Yesterday, while on one of those exhilarating solo bike rides, I was pedaling up a long steep hill. Just when I had to stand up to give myself more momentum (and felt maybe I wouldn't make it), I finally reached the top. Now, those of you who bike know the sheer joy of cruising down a hill, wind in your hair, almost feeling like you're flying.
I got to thinking how much these hills relate to my work as a teacher. Whereas flat terrain is like using the teacher's guide (TE), hills are like taking risks and trying new ideas. Flat terrain is teaching the way you've always taught, with a fixed mindset, remaining in your comfort zone.
With a growth mindset, the climbs are much more exciting than flat terrain because they lead to the thrilling cruise down the hill.
Are they difficult? Are they challenging? Are they often lonely? Yes!
They are never boring, that's for sure. In addition, the momentum they generate for future learning and success can't be quantified.
In the past two years, biking uphill for me included:
- diving into Twitter and building my PLN, despite a lack of Twitter presence among my school colleagues
- joining the Global Read Aloud (GRA) when nobody else in my building was involved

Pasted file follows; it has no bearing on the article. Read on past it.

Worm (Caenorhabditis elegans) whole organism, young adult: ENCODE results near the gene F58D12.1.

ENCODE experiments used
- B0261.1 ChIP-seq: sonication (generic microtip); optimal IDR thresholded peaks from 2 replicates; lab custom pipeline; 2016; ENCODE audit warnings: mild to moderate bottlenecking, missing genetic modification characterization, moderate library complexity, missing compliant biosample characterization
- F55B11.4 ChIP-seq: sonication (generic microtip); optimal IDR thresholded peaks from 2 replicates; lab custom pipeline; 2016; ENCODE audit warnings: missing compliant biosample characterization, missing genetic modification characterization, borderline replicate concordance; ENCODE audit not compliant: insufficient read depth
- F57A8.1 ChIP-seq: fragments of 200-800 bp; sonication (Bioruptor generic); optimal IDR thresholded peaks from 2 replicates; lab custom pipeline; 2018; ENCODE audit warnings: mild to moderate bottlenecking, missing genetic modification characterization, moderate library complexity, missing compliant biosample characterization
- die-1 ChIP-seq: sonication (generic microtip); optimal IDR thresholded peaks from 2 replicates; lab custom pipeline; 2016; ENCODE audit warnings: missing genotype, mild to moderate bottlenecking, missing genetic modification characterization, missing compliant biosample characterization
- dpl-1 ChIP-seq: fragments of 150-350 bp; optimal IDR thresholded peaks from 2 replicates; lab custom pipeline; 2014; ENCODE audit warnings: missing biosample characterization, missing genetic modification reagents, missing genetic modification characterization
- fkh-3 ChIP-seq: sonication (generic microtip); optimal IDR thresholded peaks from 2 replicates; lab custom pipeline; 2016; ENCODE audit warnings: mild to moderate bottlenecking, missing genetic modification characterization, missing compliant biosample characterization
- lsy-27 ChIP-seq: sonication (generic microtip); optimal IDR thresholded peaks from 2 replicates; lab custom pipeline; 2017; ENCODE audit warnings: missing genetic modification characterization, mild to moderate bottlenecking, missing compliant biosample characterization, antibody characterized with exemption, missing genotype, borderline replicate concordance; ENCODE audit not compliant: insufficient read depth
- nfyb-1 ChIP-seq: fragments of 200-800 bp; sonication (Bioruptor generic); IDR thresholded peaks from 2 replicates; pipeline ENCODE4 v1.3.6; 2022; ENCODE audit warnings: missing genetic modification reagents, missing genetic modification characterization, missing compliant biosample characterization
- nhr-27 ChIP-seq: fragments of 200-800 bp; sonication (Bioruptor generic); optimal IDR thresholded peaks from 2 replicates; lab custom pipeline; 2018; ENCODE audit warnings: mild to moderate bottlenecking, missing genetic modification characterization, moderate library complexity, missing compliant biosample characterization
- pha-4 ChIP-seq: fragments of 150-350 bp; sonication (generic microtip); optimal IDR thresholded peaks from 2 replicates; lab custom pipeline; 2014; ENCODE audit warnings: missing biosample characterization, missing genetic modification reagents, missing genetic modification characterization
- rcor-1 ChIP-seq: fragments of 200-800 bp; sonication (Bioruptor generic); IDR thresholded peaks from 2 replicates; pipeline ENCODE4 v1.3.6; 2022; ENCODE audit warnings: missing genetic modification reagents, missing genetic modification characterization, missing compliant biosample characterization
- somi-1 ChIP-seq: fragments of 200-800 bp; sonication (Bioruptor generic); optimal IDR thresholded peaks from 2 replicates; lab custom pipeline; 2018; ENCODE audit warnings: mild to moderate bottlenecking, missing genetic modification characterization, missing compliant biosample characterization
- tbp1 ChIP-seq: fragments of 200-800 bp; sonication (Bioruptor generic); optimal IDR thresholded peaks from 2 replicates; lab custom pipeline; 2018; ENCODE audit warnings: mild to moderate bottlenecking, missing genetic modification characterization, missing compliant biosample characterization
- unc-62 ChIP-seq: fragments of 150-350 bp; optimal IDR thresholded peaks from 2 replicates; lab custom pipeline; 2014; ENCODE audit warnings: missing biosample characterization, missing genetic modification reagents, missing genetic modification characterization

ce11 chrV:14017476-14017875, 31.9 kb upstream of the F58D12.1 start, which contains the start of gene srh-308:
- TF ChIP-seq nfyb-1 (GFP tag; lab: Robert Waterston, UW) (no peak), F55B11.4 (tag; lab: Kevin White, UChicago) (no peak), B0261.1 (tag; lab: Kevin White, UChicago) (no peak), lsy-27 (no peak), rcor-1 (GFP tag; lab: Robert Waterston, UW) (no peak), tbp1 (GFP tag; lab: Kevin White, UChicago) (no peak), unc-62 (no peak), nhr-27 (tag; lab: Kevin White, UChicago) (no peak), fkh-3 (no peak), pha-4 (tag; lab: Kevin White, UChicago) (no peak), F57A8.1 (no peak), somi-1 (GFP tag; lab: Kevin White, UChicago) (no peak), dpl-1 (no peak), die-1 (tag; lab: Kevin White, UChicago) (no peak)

- celebrating International Dot Day for the past two years with only my teaching partner and our students
- trying out something new to my teaching partner and I, called Genius Hour, and learning as the year went on
- teaching Kelly Gallagher's Reading Reasons and Six Real-World Writing Purposes with passion and enthusiasm
- jumping on the TLAP ship and transforming my classroom practices to include hooks and tons of engagement (the only pirate in my building)
- trying my first (and my building's second) author Skype with Dave Burgess, then following it up with a Skype with author David E. Kelly
- incorporating Erik Palmer's PVLEGS Speaking and Listening framework (which wasn't part of the curriculum)
- engaging in weekly Socratic Seminars (with TodaysMeet back channel), the highlight of my week, with only one colleague who realized the benefits for students
Just like a biker builds muscle, teaching with a growth mindset builds confidence. Each hill becomes easier to climb. We look for steeper hills to push ourselves and our students outside their comfort zones and stimulate learning.
Although flat terrain is easier, I'll take another hill any day!